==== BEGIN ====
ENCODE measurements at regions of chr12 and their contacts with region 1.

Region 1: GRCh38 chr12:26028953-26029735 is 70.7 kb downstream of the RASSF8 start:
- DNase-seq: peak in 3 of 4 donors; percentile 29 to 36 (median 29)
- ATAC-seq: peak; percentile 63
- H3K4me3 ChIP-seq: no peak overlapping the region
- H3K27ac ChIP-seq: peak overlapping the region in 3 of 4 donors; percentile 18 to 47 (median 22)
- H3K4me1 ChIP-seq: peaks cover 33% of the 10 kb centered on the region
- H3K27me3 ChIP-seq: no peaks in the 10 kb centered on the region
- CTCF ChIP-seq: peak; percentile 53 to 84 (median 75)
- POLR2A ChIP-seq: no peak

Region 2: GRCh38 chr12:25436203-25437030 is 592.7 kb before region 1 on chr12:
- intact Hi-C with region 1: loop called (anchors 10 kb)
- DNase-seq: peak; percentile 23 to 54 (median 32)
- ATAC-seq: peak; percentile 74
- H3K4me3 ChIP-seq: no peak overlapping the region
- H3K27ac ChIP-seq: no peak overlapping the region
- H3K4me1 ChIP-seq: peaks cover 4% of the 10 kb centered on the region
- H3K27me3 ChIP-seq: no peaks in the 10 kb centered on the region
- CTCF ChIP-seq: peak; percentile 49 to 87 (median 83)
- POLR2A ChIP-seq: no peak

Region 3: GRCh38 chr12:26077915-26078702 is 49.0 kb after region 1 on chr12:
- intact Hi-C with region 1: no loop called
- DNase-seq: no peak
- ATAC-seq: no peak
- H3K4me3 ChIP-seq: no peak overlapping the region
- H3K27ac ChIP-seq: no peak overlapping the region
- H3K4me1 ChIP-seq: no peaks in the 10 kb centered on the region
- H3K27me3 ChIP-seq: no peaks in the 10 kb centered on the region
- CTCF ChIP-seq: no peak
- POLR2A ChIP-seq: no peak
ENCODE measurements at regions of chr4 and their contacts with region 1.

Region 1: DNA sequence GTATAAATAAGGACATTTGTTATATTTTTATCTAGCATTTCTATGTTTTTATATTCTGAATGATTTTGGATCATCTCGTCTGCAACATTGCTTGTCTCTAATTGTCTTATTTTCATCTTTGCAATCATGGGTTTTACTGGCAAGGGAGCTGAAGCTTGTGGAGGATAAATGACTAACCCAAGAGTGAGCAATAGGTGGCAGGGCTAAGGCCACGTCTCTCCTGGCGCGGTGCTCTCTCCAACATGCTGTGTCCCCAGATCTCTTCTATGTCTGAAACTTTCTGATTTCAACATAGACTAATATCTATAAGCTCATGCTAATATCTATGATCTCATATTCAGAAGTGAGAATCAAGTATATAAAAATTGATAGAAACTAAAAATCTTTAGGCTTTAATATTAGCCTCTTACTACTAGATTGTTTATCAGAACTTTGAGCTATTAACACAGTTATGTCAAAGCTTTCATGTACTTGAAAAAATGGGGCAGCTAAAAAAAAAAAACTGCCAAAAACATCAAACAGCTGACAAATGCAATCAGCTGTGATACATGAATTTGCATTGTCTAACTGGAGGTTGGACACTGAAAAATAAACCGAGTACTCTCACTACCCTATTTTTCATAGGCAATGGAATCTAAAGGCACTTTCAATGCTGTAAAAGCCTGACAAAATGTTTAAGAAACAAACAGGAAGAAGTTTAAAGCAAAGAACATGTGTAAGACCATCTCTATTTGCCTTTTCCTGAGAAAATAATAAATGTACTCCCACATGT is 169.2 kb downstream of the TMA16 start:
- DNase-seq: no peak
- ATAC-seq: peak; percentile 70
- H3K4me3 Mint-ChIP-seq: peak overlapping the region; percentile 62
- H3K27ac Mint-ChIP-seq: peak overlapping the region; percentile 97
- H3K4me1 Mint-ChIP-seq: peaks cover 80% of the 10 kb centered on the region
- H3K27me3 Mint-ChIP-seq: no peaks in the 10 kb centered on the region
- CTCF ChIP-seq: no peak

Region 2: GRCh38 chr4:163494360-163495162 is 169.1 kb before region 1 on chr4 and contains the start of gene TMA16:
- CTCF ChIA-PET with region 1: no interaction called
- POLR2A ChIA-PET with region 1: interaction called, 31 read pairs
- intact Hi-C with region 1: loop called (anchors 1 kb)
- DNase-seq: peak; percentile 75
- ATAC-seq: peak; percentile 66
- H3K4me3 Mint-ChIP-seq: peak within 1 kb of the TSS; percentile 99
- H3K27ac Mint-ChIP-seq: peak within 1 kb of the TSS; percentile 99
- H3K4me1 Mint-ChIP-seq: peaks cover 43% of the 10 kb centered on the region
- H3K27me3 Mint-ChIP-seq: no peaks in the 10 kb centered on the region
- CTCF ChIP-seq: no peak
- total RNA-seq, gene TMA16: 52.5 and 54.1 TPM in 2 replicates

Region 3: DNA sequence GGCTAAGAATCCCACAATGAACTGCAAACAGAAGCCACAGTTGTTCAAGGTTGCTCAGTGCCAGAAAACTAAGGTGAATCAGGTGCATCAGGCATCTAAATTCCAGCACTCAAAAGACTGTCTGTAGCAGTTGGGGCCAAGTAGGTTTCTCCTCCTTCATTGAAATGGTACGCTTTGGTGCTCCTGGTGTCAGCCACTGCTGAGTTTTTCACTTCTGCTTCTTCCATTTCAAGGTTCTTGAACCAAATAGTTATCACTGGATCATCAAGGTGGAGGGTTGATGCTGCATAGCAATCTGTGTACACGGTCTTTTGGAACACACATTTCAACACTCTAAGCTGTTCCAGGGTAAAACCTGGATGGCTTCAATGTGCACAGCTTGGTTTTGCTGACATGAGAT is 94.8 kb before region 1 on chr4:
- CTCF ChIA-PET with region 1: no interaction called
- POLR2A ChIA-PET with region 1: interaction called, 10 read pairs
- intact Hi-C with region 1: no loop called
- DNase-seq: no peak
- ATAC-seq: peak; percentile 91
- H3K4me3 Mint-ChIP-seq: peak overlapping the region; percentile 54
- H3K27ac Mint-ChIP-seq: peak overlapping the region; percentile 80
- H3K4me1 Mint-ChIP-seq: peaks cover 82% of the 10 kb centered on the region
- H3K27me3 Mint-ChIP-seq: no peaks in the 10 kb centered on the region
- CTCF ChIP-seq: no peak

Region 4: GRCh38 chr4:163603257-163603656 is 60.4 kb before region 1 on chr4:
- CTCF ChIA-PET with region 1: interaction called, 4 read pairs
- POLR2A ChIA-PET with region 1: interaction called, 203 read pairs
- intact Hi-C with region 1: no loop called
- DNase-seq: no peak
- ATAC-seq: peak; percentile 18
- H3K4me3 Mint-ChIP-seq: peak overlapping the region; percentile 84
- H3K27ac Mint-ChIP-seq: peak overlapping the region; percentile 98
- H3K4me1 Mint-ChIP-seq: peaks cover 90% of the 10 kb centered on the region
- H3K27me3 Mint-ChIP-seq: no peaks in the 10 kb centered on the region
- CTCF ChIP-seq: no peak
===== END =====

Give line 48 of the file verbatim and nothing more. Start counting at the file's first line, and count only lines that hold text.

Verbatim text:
- H3K4me1 Mint-ChIP-seq: peaks cover 43% of the 10 kb centered on the region